Catholic Social Teaching: Just Wage

Written on: April 27, 2015

This month, both the House and the Senate have passed budgets that would repeal the Affordable Care Act, turn Medicaid into a block grant and cut billions of dollars from nutrition and education programs, while increasing spending on overseas wars and cutting taxes for the wealthiest. This, in a nutshell, is why the Federal budget is such a current “hot topic” for many Social Justice Organizations.

The Catholic Church has a long history of involvement in economic justice. Most recently the 1986 pastoral letter of the U.S. Bishops, Economic Justice for All which proclaimed that one of the main proving grounds of our faith, our love of neighbor and where we “fulfill God’s creative design,” is in our economic life.

Since then, Popes John Paul II and Benedict XVI continued proclaiming that principle in their encyclicals. And Pope Francis stated that “Poverty in the world is a scandal. In a world where there is so much wealth, so many resources to feed everyone, it is unfathomable that there are so many hungry children, that there are so many children without an education, so many poor persons.”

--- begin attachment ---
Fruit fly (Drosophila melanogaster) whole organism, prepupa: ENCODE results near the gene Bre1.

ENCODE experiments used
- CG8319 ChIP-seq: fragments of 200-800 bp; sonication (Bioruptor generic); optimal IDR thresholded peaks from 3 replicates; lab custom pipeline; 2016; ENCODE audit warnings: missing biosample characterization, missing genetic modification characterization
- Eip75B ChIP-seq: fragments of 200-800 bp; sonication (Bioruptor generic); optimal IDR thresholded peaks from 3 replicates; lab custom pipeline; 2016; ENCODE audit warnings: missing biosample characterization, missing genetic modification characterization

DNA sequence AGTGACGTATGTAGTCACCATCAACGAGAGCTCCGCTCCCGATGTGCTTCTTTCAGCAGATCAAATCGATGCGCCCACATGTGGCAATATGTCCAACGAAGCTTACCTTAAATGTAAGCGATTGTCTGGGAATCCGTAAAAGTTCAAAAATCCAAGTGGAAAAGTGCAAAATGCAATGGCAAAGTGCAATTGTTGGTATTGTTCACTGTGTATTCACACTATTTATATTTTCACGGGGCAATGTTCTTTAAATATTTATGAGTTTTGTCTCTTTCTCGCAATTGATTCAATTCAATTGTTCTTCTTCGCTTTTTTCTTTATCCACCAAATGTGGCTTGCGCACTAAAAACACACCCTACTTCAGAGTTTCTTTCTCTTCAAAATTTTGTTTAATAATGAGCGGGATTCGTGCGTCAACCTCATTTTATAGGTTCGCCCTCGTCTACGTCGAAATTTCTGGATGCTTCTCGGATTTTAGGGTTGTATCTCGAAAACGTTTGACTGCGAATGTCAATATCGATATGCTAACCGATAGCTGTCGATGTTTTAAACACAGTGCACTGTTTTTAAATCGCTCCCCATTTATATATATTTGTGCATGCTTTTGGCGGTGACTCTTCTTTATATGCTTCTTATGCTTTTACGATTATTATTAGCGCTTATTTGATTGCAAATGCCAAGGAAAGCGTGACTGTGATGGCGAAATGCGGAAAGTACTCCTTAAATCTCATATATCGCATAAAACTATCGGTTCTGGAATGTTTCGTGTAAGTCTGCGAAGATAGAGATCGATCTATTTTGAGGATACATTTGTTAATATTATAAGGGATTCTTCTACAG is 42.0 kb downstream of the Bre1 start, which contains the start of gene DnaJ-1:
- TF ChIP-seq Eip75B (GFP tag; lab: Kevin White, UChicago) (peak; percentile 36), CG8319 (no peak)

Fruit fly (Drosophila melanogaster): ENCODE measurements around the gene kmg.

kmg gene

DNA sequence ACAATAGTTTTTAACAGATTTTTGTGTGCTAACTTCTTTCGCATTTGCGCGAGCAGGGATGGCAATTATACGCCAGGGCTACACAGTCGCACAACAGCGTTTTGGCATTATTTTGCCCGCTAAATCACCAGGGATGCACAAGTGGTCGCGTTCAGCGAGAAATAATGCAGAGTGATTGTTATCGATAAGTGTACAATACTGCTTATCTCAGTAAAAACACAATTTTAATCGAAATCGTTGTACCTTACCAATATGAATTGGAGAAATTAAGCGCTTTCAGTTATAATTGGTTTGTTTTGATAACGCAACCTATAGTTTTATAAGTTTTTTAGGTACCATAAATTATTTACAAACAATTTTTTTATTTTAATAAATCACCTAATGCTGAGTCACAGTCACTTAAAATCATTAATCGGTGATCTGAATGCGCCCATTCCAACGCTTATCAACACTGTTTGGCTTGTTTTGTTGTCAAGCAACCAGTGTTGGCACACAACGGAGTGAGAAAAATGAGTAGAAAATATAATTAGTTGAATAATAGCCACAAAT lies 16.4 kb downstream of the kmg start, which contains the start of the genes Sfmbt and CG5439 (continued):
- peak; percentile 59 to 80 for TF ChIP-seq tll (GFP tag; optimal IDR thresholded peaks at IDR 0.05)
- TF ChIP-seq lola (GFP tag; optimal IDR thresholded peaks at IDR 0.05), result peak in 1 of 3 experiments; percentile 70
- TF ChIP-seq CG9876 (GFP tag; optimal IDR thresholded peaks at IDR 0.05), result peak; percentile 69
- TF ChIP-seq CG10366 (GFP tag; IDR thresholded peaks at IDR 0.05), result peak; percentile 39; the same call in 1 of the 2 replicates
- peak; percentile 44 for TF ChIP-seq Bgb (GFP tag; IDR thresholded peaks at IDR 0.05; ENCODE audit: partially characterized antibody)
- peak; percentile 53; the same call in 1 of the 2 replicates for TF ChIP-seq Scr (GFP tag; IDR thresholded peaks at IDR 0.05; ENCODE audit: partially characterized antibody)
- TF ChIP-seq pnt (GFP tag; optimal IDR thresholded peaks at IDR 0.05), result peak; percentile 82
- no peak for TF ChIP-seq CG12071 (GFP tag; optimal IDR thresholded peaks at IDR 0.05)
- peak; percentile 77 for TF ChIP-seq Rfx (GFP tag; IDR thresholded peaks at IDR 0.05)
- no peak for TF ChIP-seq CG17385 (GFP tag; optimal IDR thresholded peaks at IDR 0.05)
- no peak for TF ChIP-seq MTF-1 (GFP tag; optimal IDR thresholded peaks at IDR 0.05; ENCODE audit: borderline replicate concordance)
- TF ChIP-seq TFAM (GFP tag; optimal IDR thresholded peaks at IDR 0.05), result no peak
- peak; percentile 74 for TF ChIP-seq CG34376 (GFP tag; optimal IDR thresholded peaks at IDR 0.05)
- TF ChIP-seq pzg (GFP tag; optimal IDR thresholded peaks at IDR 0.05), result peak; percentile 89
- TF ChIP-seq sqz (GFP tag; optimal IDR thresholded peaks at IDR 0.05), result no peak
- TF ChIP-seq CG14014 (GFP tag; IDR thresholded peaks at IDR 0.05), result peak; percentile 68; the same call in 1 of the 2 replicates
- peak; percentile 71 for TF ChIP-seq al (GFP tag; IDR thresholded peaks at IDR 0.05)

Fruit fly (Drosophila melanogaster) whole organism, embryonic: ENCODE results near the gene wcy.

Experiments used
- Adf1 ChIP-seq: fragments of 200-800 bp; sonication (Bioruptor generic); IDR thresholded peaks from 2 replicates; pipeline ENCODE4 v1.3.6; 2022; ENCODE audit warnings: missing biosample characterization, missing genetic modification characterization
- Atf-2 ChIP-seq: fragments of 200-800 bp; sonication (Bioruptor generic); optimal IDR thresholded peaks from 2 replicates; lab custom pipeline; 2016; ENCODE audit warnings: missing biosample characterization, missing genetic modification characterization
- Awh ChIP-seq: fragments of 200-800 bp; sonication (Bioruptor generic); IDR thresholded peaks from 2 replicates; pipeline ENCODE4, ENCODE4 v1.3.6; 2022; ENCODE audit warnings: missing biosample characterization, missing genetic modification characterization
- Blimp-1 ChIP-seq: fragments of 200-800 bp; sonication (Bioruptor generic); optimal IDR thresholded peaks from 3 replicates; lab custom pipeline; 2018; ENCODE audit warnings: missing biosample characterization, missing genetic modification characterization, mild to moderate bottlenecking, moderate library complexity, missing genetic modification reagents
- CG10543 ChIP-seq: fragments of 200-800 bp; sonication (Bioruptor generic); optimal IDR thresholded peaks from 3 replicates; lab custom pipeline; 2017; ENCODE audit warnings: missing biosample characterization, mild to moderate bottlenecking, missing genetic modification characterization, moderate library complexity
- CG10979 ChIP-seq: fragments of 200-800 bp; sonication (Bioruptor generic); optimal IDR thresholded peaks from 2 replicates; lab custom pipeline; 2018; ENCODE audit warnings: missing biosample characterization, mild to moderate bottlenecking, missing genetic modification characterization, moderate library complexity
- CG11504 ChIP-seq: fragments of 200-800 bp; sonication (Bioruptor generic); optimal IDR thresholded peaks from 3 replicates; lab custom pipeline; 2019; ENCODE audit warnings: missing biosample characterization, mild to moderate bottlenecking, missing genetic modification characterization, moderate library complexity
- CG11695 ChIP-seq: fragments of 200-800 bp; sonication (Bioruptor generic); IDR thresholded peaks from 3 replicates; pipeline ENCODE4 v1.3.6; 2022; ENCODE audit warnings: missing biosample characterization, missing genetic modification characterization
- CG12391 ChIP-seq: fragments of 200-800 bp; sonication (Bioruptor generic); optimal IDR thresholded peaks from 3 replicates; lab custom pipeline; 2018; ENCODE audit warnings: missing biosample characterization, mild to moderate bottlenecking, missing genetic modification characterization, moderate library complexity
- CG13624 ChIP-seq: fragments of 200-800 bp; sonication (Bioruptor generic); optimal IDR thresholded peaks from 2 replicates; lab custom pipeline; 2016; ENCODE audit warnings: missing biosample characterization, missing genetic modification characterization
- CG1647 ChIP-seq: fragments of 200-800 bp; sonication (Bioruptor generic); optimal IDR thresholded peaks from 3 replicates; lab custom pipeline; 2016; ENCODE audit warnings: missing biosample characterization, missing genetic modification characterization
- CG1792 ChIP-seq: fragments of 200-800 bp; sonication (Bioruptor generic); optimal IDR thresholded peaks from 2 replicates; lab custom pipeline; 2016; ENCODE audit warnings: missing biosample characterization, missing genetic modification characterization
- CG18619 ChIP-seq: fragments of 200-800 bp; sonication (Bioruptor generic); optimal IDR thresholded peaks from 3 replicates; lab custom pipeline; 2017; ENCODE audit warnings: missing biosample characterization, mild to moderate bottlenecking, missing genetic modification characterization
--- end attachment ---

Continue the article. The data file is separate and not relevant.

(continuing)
Simply put economic justice looks at how the inherent dignity of all human beings is being met and honored. Are the physical, intellectual and spiritual needs of the 100% seen as necessary for the common good?

As Americans we cherish our three basic rights: “life, liberty and the pursuit of happiness”; as Christians we must even more, protect those rights for everyone. A good way to start is to reflect on several questions that NETWORK has provided: 1. Does our economic system place more emphasis on maximizing profits than on meeting human needs and fostering human dignity? 2. Does it promote excessive materialism and individualism to the detriment of justice for all and the common good? 3. Does it adequately protect the environment and the nation’s natural resources? 4. Does it do all it can to alleviate poverty?

One of NETWORK’s efforts to find budget solutions is the Faithful Budget (click to learn more).

Attached is a Reflection from the Center of Concern by Fred Kammer, SJ., director of the Jesuit Social Research Institute Loyola University, Louisiana.  Following his written reflection are Questions for discussion, resources and a prayer. We thank the Education for Justice project of the Center of Concern for permission to offer this resource to you for your further enlightenment and reflection.

Catholic Social Thought and Wages

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